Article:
Rainbow Bridge National Monument sits within Lake Powell on the Utah side, and although is one of the largest natural bridges in the world, this national monument is one of the smallest managed by the National Park Service. Rainbow Bridge itself stands 290 ft tall from the base to the top of the arch, and is 275 ft across, making it nearly as tall as the Statue of Liberty. The most popular way to access Rainbow Bridge is via boat on Lake Powell. You can take a boat tour to this area, then walk 1 mile to the bridge. This is a very expensive option, but again, the most popular. If you are looking for more of an adventure, plan to backpack the 15 mile trail instead.
Hiking Halls Creek Narrows is located within Capitol Reef National Park, only a few miles North from Lake Powell. This area of the park sits between the high cliffs of Hall Mesa on the East, and the Waterpocket Fold on the West. As you backpack towards Halls Creek Drainage (aka Grand Gulch), you'll be surrounded by red, white, and orange slick rock, all while hiking through a mostly sandy trail. The trail is easy to follow, and you can't really get lost as you aim South for 9.3 miles. However, there are plenty of side slot canyons to explore as well.
Fish and Owl Canyons, located in the Cedar Mesa area of Bears Ears National Monument, is a popular loop hike for backpackers looking to discover ancient ruins and kivas, hike through desert terrain, visit Neville's Arch, and explore two scenic, deep canyons. This area is recommended for intermediate to advanced backpackers due to the distance, rugged terrain, light route finding and scrambling.
Teal Lake sits at an elevation of 10,400 ft, and is accessed via the popular Ruth Lake Trailhead. You will follow this trail for the first mile, and then after that there is no trail. You should be comfortable with a little route finding, and hiking off trail. The nice thing is that Teal Lake is a mere 2.2 miles, so you really only have to hike off trail for 1.2 miles. You'll pass a few unnamed ponds, Jewel & Naomi Lakes, then reach Teal Lake. There are several nice campsites at Teal Lake, and fishing is plentiful.
Gilbert Lake is located in the High Uintas Wilderness on the East end of the range, with Gilbert Peak (13,442 ft) being one of Utah's "13ers" (a peak above 13,000 ft). It is the 3rd highest peak in the state, and the second highest county high point, and can be access by several drainages, with Henry's Fork being the most popular, however we accessed it from Gilbert Lake. The trail to Gilbert Lake follows the West Beaver Creek trail for 9.2 miles before reaching the basin which has four lakes total, great campsites, lots of wildlife, and of course, fairly "easy" access to the peak.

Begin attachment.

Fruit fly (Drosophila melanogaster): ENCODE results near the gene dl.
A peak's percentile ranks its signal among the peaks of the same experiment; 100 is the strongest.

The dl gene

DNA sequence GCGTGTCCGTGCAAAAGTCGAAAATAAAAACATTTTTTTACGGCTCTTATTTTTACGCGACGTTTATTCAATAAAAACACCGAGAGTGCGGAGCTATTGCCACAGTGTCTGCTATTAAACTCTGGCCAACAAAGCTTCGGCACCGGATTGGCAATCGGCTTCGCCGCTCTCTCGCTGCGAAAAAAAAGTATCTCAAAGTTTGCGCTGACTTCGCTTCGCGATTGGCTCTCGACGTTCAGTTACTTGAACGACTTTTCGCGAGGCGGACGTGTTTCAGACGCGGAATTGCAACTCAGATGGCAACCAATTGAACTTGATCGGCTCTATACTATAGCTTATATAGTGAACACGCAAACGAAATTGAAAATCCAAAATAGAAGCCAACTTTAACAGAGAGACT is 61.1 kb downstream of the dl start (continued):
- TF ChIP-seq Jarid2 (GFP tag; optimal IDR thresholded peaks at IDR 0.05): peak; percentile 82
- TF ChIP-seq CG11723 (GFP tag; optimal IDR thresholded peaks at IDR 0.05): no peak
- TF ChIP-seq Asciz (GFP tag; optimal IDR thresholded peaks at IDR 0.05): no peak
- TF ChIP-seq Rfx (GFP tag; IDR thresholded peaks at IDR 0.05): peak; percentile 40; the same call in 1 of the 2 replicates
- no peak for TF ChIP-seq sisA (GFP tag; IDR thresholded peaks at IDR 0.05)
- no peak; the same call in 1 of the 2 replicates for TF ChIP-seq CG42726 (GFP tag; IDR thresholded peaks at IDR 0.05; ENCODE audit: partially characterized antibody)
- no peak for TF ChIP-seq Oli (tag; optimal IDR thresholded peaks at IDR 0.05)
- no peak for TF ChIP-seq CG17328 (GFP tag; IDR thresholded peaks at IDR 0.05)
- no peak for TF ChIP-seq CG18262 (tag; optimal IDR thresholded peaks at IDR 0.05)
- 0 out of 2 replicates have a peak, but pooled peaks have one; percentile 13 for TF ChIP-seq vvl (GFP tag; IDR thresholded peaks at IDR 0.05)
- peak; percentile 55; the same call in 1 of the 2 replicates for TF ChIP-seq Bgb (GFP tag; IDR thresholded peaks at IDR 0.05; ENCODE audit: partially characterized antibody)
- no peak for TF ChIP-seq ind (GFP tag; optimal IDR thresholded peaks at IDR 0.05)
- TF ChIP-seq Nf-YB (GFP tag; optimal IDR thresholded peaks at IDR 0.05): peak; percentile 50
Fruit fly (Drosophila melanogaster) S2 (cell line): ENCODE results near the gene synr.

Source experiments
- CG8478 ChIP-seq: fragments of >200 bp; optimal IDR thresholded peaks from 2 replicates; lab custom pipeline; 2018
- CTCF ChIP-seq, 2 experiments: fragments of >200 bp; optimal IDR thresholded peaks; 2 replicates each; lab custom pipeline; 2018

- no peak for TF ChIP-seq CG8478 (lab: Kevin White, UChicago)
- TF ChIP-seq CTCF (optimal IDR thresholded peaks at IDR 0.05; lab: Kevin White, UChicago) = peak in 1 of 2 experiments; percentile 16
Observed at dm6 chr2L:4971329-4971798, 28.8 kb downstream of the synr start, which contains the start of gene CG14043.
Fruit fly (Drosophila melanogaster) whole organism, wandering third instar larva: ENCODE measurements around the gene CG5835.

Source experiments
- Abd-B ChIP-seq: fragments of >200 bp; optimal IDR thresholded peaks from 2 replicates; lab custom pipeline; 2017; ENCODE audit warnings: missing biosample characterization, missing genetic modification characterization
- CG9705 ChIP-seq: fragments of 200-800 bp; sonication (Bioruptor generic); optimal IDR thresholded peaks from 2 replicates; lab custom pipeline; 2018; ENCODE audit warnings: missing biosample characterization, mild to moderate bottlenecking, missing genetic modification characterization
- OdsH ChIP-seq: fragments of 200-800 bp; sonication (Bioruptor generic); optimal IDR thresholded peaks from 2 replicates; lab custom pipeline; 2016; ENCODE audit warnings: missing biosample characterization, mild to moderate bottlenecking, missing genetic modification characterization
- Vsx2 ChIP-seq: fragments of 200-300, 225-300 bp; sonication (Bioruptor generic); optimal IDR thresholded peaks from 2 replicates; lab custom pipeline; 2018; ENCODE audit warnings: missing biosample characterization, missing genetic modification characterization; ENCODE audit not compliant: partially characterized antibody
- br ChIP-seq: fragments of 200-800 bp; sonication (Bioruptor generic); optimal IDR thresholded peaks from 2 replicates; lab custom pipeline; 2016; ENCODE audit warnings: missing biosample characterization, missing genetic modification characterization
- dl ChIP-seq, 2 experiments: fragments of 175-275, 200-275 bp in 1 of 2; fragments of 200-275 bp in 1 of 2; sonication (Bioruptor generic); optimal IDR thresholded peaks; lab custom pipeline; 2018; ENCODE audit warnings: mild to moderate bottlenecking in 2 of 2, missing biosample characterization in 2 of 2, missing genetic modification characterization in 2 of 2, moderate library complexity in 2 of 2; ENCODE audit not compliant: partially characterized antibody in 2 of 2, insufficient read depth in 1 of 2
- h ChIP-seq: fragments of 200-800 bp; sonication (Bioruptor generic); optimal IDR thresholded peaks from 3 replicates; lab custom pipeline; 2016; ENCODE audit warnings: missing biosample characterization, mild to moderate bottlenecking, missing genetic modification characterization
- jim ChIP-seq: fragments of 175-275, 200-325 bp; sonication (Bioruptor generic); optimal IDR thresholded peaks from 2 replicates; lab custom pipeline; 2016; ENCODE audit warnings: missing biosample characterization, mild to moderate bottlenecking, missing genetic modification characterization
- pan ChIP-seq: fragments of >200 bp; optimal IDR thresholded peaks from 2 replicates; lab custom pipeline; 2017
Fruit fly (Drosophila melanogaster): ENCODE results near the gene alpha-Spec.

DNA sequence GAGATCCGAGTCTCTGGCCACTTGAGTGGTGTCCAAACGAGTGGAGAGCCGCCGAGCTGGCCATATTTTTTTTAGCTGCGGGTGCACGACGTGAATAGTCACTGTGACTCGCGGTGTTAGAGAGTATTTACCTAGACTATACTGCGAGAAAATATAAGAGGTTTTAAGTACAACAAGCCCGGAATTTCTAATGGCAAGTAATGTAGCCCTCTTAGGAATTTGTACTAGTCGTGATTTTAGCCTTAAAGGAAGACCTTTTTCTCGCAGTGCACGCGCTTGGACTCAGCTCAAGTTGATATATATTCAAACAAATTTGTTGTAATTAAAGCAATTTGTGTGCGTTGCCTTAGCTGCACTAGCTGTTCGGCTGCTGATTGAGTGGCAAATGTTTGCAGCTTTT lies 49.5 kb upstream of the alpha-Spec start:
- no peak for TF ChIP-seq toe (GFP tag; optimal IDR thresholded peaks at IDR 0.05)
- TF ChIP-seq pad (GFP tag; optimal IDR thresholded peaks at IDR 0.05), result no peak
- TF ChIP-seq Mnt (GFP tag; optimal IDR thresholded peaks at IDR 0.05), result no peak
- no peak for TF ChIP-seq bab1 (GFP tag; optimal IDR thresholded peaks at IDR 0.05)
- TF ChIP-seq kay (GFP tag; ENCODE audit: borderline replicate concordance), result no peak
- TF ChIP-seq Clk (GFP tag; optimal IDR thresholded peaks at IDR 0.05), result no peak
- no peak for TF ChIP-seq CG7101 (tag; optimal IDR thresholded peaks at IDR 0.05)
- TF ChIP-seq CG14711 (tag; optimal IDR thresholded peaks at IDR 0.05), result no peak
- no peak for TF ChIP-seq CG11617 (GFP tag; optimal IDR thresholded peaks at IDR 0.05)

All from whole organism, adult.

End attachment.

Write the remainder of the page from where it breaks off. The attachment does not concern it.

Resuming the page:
Mt. Hooker (12,509ft) is located in the Southern end of the Wind River Range in Wyoming, and is home to a popular climbing route. The face of the wall is a sheer 1,800 ft granite face - it's one of the tallest and steepest vertical cliffs in Wyoming, and also 16 miles from the nearest road. Mt. Hooker is named after Joseph Dalton Hooker, a prominent British botanist and explorer. The granite face was first climbed in 1964, which took over 3 days to complete. The climb is rated at a 5.14a. Mt. Hooker towers over Baptiste Lake, a very deep and clear alpine lake which offers great camping sites and fishing.
Round, Sand, and Fish Lakes are part of the upper Weber River drainage on the Western end of the Uinta Mountains. The trail steeply follows the Dry Fork stream and canyon, as it makes it way to the three lakes. Camping and fishing are plentiful here. Round Lake is actually home to three species of fish (somewhat unheard of in the Uintas, as there are typically only two species in the lakes). There are Grayling, Brook, and Cutthroat Trout. Further ahead is Fish Lake, which can vary in depth by 19 feet, depending on the snow year and dam levels. Plenty of day hiking options are available too, as most day hikers try to reach the ridge for better views. This route is kid and dog friendly!
Allsop Lake sits on the Northern slope of the High Uintas Wilderness at an elevation of 10,600 ft. It's 9 miles to the lake, so it makes for a perfect 1 or 2-night backpacking trip. The trail is fairly mellow, only gaining 1,600 ft and has one switchback. Allsop Lake is full of brook and tiger trout, and there are a few day hiking options from the lake as well including Cathedral Peak, Allsop Peak, and Yard Peak. This trail is dog friendly, however be aware that free-range livestock graze along the entire route. Plenty of tent and hammock sites line the lake for a perfect campsite. Keep in mind that the Uintas have regular afternoon thunderstorms, so be prepared for any kind of weather.
Dead Horse Lake is in the High Uintas Wilderness, and offers an 11 mile hike through large, open meadows, stunning vistas, and of course, leads you to a turquoise lake. This lake offers a great spot for fishing and day hiking. People hiking the Uinta Highline Trail also pass right by Dead Horse Lake. It's a dog friendly trail, though you'll want to give the sheep herds passing by in the meadows plenty of space. Bring your hammock or tent - there are several nice campsites around the lake and plenty of trees for shade. Be sure to check fire restrictions before heading out.
The Shingle Creek Trail in the High Uintas is a popular trail for an "early season" trail for hikers and backpackers to follow when the higher elevations haven't thawed out from winter. I have driven past this trail so many times, yet had never done it - until now! I decided to head up for one night with two friends and our destination was South Erickson Lake. East Shingle Creek Lake is more popular, but a little lower in elevation, and seemed to have more mosquitos so we wanted to keep going.